Monday, 21 January 2013

Seasons Greetings IV

Continuing the Seasons Greetings series at the Crossword Centre, Eclogue continues to strive for themes which are off the main-stream, which is no mean feat in the over-crowded jamboree that is the festive season these days.

The premise for this puzzle was the humble and much maligned Brussel Sprout.  Now Logogriph can't speak for anyone else, but he's quite a fan of this humble seasonal veg and was positively ecstatic to find websites dedicated to all things Sprout-like.   The grid was going to have to be circular (a first for Eclogue) and while there was a temptation to require solvers to use an entire green pencil or highlighter in a colour-fest-par-excellence, this was quickly rejected as to do so would have been seriously prejudicial to the rarely encountered purple side of the sprout family.

Also rejected, was any linkage to the works of the UK writer, Robert Rankin who regularly included Sprout humour in his earlier books, in particular the 'character' of Barry The Time Sprout, as well as such titles as Sprouts of Wrath and Sprout Mask Replica.  Indeed, Rankin's official fan-site is entitled 'Sproutlore'.  Pure escapism, but probably just a little too obscure for our seasonal conundrum.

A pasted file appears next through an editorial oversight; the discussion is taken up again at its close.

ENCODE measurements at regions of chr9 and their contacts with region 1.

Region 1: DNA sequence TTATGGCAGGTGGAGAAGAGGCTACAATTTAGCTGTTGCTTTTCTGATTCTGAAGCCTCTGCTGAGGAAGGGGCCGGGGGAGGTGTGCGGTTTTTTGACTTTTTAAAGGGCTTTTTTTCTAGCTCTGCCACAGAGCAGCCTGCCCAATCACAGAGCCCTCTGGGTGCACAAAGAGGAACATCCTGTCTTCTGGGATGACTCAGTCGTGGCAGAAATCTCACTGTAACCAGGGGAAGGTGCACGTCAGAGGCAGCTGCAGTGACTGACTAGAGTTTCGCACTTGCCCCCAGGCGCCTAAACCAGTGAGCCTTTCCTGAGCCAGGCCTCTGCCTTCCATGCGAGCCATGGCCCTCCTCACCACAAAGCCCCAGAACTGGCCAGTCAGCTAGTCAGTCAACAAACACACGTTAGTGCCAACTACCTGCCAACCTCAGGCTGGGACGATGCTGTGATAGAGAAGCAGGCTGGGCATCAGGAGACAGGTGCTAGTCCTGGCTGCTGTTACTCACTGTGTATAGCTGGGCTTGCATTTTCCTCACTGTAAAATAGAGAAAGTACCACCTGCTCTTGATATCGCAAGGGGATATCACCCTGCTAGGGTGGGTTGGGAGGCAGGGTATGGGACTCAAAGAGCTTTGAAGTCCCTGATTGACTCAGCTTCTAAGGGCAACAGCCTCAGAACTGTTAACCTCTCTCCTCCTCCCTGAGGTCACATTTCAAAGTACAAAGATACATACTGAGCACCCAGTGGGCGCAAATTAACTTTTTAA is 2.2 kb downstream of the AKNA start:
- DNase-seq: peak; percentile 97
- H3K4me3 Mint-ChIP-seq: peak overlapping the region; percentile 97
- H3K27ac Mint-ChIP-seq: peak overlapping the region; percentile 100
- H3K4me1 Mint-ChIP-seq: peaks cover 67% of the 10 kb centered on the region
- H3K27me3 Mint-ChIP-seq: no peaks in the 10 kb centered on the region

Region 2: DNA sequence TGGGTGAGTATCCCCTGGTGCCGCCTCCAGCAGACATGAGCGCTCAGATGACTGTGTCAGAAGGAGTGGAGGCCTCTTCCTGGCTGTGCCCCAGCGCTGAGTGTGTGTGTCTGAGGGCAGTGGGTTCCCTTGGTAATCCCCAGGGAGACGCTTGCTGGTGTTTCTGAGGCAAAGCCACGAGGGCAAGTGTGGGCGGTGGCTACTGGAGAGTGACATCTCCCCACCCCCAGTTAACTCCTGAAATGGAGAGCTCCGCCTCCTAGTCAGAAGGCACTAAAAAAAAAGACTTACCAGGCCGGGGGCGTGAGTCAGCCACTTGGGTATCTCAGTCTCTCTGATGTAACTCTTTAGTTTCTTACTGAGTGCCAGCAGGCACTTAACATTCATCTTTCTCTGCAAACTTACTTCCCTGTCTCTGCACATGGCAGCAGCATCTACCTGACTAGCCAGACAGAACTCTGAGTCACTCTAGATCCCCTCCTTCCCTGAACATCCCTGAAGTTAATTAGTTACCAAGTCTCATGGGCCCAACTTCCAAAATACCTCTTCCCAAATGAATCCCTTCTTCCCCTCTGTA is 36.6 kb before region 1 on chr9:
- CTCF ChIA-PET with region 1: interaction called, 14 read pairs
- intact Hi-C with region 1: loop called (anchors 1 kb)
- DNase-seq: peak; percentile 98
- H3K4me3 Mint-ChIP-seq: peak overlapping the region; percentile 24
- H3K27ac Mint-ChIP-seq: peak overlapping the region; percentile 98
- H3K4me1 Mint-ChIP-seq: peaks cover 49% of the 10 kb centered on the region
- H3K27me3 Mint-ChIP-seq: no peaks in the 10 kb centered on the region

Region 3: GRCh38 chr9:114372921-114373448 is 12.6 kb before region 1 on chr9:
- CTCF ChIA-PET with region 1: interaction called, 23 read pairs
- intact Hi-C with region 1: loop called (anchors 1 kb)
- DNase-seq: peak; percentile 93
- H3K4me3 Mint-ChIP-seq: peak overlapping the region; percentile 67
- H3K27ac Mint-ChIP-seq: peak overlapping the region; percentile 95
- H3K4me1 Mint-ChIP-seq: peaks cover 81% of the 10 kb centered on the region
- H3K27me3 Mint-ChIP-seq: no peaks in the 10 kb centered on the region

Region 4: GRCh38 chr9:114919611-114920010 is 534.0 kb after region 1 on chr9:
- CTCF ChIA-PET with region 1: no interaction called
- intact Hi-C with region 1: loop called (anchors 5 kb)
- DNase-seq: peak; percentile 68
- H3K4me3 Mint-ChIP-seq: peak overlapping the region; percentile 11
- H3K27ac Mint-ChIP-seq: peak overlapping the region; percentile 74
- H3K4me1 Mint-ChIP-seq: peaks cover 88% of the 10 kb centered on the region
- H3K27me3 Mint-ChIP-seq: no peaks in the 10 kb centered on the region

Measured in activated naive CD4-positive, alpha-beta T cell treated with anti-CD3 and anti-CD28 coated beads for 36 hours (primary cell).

That left a puzzle derived from Sprout varieties of which there are indeed many.  The first entry on a Google search of "brussel sprout varieties" yields the following site, which was the source for the thematic material:  Brussel Sprout Varieties

With an even distribution of sprouts through the rings of the grid, it became clear that a 50:50 compilation of inward and outward radials was going to be too tricky to achieve.  This puzzle actually coincided in its construction with a puzzle heading to the Magpie (of which more anon, we hope), which used an even distribution of entry between inward, outward and then two entries which looped through the entry section running off one edge to return to the edge of the same sector, one in each direction.  This seemed an excellent chance to repeat the measure, but even this necessitated the use of a couple of relatively obscure names.